Or maybe you have a different opinion. I’d like to hear it. I don’t think I’ve heard it too often. Maybe we canhave our wealth and share it too. That brings me back to my alternative topic: maybe we can have our cake and eat it too.

    My neighbour down the street happens to be the Premier of Manitoba, so occasionally we meet in the grocery store as we’re shopping. Last time this happened he said to me that Manitoba needed more people, a lot more people. Immigrants create jobs, said the Premier. He’s right of course. People are our most important resource. The United Kingdom with a population 75 percent bigger than Canada’s and an area not much more than one-third the size of Alberta, ranks well ahead of us at 7th on the GDP list. It’s not their geography; it’s not their natural resources; it’s their people.

    Canada seems to have forgotten that its most important resource is its people. It’s our people that will lift us to greatness as a nation, but we need more of them to do the lifting. The size of Canada makes it too heavy to lift when we’re spread so thinly, almost the lowest density on the planet.

    I have to mention that today is World Refugee Day. I work with refugees. I sponsor them into Canada but the number allowed in this way is limited by Federal policy to a current maximum of 6,000 per year for all of Canada. I am personally turning down requests to sponsor at the rate of 6,000 a year – no exaggeration. Most have families already here who are desperate to have them get in. But the door is barred to all but a trickle.

    In every category of immigration the door is barred to many. Why? You tell me. Tell me what happened to the vision of Laurier and Borden and others before them. Tell me why we can’t recapture it. Tell me why we perpetuate the narrow, cautious, frugal little “labour market strategy” when we could be building a nation instead. What’s happened to our vision?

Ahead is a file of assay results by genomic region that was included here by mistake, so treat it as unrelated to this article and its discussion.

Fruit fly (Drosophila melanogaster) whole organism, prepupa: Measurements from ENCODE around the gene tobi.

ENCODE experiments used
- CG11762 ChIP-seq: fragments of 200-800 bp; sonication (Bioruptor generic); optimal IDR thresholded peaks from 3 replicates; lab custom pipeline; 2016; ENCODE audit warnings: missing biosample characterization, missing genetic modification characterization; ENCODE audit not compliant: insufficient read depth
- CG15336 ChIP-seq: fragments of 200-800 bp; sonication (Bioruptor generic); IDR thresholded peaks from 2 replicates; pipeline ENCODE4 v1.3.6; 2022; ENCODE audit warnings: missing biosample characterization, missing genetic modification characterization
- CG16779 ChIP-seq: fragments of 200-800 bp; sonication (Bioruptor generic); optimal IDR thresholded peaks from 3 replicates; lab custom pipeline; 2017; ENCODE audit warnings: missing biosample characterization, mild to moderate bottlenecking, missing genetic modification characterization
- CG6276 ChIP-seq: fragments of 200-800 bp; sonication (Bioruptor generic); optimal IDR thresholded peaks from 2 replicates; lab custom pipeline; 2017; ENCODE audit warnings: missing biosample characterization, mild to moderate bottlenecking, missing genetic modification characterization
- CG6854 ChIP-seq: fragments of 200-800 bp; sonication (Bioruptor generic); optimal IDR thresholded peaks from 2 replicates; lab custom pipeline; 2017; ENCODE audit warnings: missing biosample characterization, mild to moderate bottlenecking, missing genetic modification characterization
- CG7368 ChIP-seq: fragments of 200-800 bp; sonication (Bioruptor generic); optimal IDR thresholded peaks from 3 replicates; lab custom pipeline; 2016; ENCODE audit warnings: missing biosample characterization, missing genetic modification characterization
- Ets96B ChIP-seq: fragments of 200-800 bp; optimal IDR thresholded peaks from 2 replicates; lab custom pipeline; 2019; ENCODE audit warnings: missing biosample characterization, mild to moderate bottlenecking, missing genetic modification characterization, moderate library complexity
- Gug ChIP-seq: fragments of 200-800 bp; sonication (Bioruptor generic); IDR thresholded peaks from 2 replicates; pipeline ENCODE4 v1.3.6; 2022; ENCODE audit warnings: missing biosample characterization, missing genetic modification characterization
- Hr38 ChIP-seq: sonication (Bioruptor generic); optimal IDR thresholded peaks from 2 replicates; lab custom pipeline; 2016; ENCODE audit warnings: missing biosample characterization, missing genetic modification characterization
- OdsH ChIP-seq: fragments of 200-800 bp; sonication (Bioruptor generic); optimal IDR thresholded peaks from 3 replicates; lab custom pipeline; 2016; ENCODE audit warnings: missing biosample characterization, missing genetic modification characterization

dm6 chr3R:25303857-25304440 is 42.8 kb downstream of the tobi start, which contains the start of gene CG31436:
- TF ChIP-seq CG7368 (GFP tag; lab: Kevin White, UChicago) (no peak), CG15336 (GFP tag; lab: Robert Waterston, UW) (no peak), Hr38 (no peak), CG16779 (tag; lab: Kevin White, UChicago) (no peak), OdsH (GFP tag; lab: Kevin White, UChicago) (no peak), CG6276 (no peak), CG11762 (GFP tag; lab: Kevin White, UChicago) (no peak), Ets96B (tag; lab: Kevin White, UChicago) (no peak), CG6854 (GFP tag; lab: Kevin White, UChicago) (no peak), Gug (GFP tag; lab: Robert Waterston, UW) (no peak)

Back in 1979 we had a short-lived Federal government led by Prime Minister Joe Clark. Our TV screens were filled with images of refugees in small boats in the South China Sea, the Boat People of Southeast Asia. It was a colossal human tragedy. The nations of the world were called upon to help. Mr. Clark’s immigration minister was Flora Macdonald. Her staff came to her with a recommendation that Canada should take 5,000 of these refugees. It was a cautious, frugal gesture that seemed prudent-yet-generous, doable. Oh so Canadian! Ms. Macdonald took the proposal to the Clark cabinet but she changed the number to 50,000 – and they went for it. How do I know this? Because Flora told me herself. The rest is history. In a few short years the number grew to over 60,000 and the UN awarded the People of Canada the Nansen Medal, the first and only time it went to an entire people. I remember this, and you can too, every time you look at a “Twoonie”. It was designed by a Vietnamese refugee.

    Whether or not you can tell me what happened to our vision, I will tell you that with a much expanded immigration program, the kind for which we know the demand is already there, we will be building the nation. We will accomplish the goals of the labour market strategy, but we will also be able to breath into the program some expansive generosity such that families can be reunited, more refugees can be rescued, provinces now restricted can get the immigrants they want, the economy will grow because as Premier Selinger said, “Immigrants create jobs,” and Canada in every way will become a greater country.

    That’s the alternative view I’d like to see replace what’s happening now. We can generously share what we have with millions more, more than eighty percent of whom, if the past is replicated, will be related to someone already here, and we can build a greater nation that will benefit us all. Or to put it more crassly, that’s how we can have our cake and eat it.

    The drawbridge to our medieval castle is already down. We need and welcome immigrants now. We know it and we do it. So far, so good. It’s the portcullis that’s the problem. It’s only been raised a little bit, forcing people to squeeze under slowly and with difficulty. Let’s raise it.

    Tom Denton is the executive director for refugee sponsorship at Hospitality House Refugee Ministry.